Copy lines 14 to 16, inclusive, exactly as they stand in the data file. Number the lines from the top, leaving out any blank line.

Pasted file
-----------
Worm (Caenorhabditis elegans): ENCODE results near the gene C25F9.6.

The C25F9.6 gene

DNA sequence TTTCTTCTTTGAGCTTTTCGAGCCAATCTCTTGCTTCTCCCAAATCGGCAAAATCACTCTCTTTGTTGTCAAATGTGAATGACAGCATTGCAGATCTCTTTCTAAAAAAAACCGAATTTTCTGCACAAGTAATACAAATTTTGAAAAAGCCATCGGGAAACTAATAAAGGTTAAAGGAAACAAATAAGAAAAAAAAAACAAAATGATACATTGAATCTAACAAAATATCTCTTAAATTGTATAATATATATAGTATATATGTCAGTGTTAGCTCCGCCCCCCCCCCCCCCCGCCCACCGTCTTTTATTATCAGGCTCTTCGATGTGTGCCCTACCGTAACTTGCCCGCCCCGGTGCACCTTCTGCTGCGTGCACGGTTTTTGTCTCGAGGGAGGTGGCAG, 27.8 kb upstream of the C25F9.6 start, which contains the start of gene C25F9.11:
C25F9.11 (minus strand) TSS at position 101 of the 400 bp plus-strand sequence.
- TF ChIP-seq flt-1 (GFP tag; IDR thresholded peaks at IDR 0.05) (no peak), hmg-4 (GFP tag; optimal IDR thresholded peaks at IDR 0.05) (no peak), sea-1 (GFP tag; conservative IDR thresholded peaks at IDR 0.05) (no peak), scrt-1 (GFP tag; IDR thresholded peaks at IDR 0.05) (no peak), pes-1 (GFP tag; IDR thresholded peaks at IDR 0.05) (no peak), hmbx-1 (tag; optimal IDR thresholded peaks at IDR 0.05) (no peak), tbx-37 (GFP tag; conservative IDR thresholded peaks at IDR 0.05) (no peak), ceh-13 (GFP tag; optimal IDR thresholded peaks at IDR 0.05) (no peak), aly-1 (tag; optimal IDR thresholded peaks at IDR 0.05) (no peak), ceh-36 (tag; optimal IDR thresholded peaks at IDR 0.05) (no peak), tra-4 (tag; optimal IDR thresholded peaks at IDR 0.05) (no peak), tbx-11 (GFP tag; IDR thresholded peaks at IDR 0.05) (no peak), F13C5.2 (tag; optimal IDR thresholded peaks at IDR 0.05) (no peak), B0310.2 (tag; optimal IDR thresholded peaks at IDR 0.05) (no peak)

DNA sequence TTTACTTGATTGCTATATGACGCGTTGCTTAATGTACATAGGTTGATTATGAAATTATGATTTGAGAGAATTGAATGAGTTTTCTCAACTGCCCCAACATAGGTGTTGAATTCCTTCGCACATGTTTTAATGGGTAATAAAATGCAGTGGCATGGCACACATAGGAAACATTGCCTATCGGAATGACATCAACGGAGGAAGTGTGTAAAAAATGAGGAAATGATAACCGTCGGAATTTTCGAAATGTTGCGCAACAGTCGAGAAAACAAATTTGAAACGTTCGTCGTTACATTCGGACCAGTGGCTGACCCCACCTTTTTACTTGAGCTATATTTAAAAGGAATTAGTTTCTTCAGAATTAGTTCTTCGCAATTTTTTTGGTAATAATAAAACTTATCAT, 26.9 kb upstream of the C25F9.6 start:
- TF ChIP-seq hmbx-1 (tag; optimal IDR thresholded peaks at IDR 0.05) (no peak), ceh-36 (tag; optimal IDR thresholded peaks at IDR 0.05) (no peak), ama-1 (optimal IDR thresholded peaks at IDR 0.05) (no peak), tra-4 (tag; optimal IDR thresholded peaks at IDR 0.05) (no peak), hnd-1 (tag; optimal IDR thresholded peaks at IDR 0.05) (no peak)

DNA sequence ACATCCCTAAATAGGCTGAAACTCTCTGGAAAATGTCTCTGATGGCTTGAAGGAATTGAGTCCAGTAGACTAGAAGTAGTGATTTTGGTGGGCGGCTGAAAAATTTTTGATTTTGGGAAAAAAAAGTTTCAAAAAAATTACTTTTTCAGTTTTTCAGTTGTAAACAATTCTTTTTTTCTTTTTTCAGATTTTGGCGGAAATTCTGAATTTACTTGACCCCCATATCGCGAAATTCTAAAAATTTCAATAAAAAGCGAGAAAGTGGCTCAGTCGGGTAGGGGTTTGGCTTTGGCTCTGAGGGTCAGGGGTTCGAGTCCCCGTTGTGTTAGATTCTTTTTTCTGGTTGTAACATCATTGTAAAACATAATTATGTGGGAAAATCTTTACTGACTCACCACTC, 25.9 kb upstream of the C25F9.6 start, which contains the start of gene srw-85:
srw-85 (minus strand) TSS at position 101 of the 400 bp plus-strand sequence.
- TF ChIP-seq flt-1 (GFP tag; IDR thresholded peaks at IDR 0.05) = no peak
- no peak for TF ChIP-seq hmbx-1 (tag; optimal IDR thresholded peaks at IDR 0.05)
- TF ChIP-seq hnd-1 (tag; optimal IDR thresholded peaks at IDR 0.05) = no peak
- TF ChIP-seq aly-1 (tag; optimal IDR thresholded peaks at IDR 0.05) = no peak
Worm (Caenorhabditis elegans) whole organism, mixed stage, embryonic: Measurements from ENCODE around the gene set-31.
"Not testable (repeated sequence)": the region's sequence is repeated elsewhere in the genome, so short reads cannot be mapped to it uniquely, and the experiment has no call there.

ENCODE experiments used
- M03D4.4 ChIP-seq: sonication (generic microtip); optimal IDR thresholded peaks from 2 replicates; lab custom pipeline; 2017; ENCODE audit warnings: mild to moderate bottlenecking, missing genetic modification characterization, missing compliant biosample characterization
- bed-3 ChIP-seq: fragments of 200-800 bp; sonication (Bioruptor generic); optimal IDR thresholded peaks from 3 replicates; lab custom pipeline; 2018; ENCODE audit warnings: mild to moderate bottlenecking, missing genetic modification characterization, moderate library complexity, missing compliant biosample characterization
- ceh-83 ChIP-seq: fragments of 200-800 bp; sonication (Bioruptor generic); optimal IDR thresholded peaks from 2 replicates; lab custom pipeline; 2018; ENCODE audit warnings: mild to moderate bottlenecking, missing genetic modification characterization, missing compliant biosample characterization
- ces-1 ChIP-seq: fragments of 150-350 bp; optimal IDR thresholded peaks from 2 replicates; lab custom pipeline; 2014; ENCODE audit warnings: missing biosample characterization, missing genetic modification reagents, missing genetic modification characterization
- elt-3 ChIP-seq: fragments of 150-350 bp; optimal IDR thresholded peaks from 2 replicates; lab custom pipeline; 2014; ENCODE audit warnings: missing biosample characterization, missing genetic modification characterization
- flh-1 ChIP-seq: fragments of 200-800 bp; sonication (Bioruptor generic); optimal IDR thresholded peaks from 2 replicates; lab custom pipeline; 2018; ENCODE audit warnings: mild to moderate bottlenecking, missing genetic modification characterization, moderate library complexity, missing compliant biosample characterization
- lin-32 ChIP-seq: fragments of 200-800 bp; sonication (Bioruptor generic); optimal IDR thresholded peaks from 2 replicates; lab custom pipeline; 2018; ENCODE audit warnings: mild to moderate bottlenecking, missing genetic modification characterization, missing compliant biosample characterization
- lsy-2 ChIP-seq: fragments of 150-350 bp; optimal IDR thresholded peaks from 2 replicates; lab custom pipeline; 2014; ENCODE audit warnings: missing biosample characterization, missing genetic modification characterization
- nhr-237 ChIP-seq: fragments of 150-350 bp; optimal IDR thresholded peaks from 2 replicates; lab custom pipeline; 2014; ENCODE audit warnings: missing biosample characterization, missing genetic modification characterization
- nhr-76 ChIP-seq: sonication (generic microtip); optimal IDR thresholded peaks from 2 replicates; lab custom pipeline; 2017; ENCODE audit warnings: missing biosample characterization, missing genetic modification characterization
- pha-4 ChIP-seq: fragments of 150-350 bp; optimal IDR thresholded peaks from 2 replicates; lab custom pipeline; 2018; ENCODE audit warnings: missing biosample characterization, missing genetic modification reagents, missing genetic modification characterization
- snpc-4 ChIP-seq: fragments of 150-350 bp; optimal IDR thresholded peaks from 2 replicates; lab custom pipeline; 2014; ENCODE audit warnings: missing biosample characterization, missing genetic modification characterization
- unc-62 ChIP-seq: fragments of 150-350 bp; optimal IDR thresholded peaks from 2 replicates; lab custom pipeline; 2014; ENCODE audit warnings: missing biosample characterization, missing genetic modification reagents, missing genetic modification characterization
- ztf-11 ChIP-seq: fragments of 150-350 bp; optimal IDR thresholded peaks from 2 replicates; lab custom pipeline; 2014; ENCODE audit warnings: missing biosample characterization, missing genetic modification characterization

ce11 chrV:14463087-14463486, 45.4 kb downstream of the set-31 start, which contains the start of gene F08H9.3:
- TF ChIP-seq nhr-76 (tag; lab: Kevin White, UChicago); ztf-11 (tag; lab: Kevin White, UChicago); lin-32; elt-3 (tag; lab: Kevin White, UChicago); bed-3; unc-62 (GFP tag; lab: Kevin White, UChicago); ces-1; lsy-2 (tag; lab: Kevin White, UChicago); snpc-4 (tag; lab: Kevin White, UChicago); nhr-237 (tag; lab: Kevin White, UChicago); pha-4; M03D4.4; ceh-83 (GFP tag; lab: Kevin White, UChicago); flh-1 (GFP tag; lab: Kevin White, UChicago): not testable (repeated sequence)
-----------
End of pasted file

Worm (Caenorhabditis elegans) whole organism, mixed stage, embryonic: Measurements from ENCODE around the gene set-31.
"Not testable (repeated sequence)": the region's sequence is repeated elsewhere in the genome, so short reads cannot be mapped to it uniquely, and the experiment has no call there.

ENCODE experiments used